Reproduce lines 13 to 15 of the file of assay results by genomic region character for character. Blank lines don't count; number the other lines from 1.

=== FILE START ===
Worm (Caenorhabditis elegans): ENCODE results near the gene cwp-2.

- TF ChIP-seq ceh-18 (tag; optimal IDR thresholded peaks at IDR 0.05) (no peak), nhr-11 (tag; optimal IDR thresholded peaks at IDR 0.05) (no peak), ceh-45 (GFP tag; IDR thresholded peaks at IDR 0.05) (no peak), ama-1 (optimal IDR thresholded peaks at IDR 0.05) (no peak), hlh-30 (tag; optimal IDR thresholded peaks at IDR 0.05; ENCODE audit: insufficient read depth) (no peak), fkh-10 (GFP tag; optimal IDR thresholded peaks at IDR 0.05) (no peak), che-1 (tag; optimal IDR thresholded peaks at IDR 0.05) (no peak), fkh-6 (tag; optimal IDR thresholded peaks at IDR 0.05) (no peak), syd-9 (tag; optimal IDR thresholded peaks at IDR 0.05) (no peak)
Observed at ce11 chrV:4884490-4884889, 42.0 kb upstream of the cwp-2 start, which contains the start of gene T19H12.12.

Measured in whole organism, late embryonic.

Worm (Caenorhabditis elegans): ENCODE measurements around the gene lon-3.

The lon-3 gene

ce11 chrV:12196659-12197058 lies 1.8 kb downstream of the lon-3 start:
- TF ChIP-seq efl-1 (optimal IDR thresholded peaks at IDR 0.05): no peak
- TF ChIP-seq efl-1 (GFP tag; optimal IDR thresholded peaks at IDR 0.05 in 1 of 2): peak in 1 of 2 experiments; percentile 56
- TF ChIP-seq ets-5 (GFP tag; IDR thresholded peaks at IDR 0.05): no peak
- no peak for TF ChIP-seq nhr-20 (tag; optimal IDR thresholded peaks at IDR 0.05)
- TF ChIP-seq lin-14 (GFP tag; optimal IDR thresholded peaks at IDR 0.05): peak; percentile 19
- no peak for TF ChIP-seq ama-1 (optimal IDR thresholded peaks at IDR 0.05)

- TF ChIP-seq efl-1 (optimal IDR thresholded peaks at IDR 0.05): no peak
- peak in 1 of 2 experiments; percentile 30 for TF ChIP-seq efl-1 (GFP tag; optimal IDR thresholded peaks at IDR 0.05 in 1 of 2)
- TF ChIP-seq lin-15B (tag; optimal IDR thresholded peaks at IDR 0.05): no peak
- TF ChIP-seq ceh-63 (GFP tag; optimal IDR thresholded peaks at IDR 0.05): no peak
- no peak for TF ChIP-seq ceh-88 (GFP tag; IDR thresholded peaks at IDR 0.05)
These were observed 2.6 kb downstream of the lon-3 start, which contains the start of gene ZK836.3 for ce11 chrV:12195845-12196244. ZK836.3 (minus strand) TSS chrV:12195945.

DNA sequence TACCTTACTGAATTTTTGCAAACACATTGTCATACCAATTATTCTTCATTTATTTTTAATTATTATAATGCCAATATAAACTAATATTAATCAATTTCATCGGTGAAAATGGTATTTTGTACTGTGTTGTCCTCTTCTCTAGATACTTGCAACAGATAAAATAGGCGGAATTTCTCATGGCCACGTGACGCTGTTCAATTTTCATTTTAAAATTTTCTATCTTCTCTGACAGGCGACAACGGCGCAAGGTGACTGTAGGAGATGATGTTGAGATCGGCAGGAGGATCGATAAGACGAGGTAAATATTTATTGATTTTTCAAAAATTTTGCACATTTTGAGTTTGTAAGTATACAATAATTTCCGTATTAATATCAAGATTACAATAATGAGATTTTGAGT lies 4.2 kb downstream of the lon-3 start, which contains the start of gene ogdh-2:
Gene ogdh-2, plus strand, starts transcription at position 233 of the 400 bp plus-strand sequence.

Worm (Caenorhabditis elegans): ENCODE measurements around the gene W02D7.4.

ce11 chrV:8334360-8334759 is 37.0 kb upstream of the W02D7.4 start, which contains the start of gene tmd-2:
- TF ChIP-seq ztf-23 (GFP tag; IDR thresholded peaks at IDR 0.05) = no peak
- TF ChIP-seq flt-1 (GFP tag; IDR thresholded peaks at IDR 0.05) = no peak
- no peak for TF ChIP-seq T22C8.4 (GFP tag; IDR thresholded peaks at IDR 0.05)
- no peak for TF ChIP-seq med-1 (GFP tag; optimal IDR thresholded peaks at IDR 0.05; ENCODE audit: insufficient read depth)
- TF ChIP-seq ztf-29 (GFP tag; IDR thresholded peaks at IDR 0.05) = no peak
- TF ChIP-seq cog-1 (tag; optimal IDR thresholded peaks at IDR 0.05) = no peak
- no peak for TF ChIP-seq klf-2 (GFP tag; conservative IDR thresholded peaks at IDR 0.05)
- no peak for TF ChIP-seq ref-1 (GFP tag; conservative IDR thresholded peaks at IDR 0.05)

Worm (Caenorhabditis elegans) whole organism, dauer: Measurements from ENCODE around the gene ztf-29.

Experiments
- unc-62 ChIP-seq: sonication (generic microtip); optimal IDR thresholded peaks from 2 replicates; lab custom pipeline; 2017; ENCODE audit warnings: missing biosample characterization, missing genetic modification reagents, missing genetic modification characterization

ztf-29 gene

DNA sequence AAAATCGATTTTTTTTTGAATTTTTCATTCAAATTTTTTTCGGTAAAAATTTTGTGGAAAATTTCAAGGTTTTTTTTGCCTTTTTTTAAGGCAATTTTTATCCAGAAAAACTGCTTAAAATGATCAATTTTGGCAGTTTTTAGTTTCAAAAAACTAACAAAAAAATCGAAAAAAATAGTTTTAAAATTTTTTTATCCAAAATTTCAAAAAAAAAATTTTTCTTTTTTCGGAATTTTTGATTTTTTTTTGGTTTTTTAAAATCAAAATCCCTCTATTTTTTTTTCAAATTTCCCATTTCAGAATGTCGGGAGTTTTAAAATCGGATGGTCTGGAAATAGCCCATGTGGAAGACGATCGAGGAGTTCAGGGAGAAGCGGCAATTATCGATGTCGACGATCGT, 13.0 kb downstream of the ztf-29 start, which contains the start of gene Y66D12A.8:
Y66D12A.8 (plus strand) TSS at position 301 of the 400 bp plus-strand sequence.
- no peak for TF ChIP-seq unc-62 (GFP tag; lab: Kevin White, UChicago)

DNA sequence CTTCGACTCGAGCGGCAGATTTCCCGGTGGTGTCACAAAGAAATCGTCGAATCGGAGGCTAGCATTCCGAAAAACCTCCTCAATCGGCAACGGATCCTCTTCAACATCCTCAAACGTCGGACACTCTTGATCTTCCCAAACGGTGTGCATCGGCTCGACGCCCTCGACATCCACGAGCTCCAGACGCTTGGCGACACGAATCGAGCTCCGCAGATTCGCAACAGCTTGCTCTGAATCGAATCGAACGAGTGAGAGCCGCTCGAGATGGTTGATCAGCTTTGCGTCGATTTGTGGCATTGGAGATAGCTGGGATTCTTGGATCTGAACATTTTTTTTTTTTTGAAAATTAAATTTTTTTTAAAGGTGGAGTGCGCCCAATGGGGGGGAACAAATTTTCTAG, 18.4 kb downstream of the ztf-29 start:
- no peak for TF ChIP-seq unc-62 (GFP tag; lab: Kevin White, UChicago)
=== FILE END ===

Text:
- no peak for TF ChIP-seq ama-1 (optimal IDR thresholded peaks at IDR 0.05)

- TF ChIP-seq efl-1 (optimal IDR thresholded peaks at IDR 0.05): no peak
- peak in 1 of 2 experiments; percentile 30 for TF ChIP-seq efl-1 (GFP tag; optimal IDR thresholded peaks at IDR 0.05 in 1 of 2)